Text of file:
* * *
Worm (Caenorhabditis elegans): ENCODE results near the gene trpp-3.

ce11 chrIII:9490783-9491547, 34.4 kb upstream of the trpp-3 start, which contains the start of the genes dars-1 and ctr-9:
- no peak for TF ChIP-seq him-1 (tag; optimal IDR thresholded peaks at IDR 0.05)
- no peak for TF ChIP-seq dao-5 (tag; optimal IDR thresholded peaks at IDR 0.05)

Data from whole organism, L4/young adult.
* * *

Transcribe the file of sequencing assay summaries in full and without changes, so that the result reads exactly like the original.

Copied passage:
Worm (Caenorhabditis elegans): ENCODE results near the gene trpp-3.

ce11 chrIII:9490783-9491547, 34.4 kb upstream of the trpp-3 start, which contains the start of the genes dars-1 and ctr-9:
- no peak for TF ChIP-seq him-1 (tag; optimal IDR thresholded peaks at IDR 0.05)
- no peak for TF ChIP-seq dao-5 (tag; optimal IDR thresholded peaks at IDR 0.05)

Data from whole organism, L4/young adult.